LAS VEGAS -- Though Windows administrators praised Microsoft's latest road map for manageability -- which calls for the combined management of clients and servers -- customers also expressed relief after hearing they'll be able to keep the two worlds separate if they want.
At the recent Microsoft Management Summit, the company's manageability czar, Kirill Tatarinov, outlined a future version of System Center, the platform that will wed Systems Management Server (SMS) and Microsoft Operations Manager (MOM). The inaugural version of System Center is expected to be released at the end of this year.
Tatarinov, a Microsoft vice president and the force behind Microsoft's management strategy, stepped in on Wednesday for chief executive Steve Ballmer, who had been scheduled to deliver the keynote address. Instead, Ballmer was in Europe attempting to negotiate an antitrust settlement with European Union officials.
In addition to discussing product futures, Tatarinov gave updates for two upcoming SMS 2003 feature packs and Service Pack 1, also due out later in 2004. The OS deployment feature pack will help customers create OS images and provide improved reporting capabilities. The device feature pack will extend SMS functions to mobile devices.
A focus on the new MOM
Tatarinov said that, this year, Microsoft will focus on MOM up until the release of MOM 2005, which is due later this year. Both MOM and a scaled-down version of MOM, called MOM Express, feature improved deployment capabilities in the form of a wizard-based installation process and a cleaner user interface.
Improvements to MOM will likely spill over to SMS. Tatarinov said that Microsoft has begun working on how it can similarly simplify SMS by making the user interface more task oriented and by using wizards for deployment.
Connectors that ship data to and from MOM and other vendors' management frameworks are also forthcoming. A connector for Hewlett-Packard Co.'s OpenView management platform will be available next month, he said. There is already a connector for the IBM Tivoli framework.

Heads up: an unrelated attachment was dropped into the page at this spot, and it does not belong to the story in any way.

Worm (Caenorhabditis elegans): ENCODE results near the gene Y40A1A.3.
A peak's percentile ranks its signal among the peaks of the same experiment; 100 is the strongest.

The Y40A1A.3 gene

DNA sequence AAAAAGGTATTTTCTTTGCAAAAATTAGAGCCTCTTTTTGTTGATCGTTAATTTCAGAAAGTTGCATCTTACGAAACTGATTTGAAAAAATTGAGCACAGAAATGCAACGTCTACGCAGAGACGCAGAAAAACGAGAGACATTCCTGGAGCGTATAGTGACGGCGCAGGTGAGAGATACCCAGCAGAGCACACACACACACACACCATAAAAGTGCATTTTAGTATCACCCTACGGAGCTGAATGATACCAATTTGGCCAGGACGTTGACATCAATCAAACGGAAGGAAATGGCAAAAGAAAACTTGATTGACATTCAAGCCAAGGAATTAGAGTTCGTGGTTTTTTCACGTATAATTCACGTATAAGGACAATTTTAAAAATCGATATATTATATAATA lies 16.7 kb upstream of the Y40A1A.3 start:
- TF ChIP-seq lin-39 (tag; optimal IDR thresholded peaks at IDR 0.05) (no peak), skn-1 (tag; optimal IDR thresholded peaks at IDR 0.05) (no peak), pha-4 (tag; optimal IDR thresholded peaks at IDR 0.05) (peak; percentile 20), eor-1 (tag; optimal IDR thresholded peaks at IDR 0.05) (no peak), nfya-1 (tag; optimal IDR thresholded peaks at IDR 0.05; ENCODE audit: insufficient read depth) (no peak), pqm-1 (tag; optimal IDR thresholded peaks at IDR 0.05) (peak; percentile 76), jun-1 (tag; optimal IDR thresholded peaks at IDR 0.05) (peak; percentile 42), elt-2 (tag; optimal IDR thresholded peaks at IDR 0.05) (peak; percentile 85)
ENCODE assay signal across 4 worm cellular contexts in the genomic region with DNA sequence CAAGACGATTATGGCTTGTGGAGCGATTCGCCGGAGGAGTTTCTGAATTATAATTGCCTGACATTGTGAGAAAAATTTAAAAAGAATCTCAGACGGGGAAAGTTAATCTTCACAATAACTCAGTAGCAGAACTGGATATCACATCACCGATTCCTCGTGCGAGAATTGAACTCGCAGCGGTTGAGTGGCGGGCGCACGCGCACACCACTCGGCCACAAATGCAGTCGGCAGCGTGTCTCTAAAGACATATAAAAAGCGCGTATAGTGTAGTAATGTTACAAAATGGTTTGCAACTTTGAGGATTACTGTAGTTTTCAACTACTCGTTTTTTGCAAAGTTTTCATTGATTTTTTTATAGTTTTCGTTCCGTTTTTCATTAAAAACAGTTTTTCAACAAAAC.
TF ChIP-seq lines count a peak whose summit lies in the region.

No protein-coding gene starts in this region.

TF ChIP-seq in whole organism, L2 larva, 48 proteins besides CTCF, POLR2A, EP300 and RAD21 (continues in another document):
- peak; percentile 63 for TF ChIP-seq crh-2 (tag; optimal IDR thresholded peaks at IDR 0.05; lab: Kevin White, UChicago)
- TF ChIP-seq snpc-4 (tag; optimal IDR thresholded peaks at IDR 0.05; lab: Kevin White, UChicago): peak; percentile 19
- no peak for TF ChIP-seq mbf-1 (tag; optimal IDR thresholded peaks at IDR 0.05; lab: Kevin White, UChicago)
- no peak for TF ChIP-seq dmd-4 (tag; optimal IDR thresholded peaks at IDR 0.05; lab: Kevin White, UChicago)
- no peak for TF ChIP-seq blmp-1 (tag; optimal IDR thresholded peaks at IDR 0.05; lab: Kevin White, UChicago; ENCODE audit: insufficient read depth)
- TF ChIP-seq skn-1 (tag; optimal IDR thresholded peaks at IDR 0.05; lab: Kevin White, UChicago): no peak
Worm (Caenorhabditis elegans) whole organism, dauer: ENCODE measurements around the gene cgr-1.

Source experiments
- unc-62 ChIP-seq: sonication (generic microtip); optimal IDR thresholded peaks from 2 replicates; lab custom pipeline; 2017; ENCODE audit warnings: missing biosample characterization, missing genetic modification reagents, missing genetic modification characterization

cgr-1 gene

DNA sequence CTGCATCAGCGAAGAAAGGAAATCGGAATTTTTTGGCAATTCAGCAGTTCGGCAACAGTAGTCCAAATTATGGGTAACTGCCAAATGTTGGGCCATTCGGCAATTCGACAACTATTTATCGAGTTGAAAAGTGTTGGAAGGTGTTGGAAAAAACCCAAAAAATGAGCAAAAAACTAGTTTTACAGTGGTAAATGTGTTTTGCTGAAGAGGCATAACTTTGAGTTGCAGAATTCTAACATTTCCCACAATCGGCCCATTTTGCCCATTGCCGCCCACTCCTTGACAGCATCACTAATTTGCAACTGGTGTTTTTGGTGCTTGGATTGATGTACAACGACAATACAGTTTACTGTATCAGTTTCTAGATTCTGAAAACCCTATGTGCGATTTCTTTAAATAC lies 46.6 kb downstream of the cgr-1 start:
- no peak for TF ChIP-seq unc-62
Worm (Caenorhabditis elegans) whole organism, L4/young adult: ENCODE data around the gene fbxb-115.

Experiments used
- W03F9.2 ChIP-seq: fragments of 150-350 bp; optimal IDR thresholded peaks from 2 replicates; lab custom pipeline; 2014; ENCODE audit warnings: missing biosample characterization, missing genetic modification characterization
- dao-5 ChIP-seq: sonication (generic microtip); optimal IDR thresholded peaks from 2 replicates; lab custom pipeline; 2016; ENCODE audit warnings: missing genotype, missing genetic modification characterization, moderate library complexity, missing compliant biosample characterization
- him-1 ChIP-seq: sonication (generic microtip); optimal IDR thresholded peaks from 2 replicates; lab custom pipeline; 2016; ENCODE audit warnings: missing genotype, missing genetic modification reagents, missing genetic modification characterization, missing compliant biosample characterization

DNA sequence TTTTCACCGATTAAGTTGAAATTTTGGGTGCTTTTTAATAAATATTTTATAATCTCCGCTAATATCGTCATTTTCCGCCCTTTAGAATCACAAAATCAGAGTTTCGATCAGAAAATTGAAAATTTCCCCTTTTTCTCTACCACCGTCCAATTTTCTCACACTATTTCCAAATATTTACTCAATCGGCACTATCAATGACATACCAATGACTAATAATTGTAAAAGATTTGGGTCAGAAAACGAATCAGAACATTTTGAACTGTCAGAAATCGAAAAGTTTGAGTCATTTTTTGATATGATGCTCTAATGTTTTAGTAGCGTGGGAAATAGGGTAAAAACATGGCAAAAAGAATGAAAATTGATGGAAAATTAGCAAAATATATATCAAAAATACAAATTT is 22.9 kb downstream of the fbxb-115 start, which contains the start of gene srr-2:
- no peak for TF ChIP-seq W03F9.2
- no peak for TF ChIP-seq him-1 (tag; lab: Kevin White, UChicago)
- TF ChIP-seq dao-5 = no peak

Tatarinov also showed customers blueprints for System Center version 2.0, which doesn't have a formal release date yet. The first version of System Center will only offer some rudimentary back-end integration of MOM and SMS data; the second version is where Microsoft will exploit its System Definition Model technology, particularly within elements such as desired state management, capacity planning and data warehousing.
Customers at the conference Wednesday were particularly interested in the capacity management features, a manifestation of Indy, a project that was unveiled at last year's Management Summit. "The idea that you can compute the size of the server you will need is impressive," said Steve Chramosta, an IT administrator for SMS at Nebraska Public Power District, a utility company based in Columbus, Neb.
While IT administrators took in Microsoft's long-term plans, their daily jobs remain focused on the less grand, but more important task of upgrading from SMS 2.0 to SMS 2003. Microsoft is taking a long view with System Center, but customers were glad to hear Tatarinov say that Microsoft would continue to invest in SMS and MOM as independent products. The decision was based on customer feedback received in focus groups, the software maker has said.
At this point, many companies have organizations that are focused on client or server management. The server administrators are already using an entrenched management product, so moving to a combined technology like System Center would be difficult at best.
"I'm glad they are keeping the products separate," Chramosta said. "I expected that it would be an all or nothing situation."
"We have a lot of data in SMS and would like to use it in MOM, so you get the best of both … [but] it's good to keep it separate if you want," said Christian Brassoe, and IT administrator for Danish telecommunications provider TDC Services in Copenhagen.
"It's good that MOM and SMS are not going away, because this idea of bundling products can backfire," said Peter Pawlak, an analyst at Directions on Microsoft, a Kirkland, Wash., consulting firm.
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Special report: News from Microsoft Management Summit 2004
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